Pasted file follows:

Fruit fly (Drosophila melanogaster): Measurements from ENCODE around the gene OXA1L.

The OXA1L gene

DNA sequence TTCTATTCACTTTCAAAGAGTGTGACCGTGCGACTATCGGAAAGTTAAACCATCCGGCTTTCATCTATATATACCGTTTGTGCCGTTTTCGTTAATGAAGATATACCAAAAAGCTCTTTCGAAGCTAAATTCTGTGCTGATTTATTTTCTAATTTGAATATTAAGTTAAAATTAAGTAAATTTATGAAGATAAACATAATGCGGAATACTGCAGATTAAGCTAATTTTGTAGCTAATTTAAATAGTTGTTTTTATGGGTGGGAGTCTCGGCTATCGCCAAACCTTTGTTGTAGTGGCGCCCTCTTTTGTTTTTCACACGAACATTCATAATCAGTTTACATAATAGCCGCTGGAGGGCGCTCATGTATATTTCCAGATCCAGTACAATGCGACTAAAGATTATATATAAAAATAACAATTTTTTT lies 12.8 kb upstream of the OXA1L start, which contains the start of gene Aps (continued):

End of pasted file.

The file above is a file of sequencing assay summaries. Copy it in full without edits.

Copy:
Fruit fly (Drosophila melanogaster): Measurements from ENCODE around the gene OXA1L.

The OXA1L gene

DNA sequence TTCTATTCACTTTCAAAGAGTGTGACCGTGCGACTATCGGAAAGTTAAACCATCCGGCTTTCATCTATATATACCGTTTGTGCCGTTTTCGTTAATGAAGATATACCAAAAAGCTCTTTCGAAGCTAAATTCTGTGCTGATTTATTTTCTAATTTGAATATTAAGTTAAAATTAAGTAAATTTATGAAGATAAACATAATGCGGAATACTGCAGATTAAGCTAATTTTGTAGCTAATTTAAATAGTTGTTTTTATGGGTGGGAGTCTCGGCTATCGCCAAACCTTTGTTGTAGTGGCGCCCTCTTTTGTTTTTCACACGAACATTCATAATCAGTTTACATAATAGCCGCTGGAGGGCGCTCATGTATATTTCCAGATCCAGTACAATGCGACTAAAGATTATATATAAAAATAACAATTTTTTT lies 12.8 kb upstream of the OXA1L start, which contains the start of gene Aps (continued):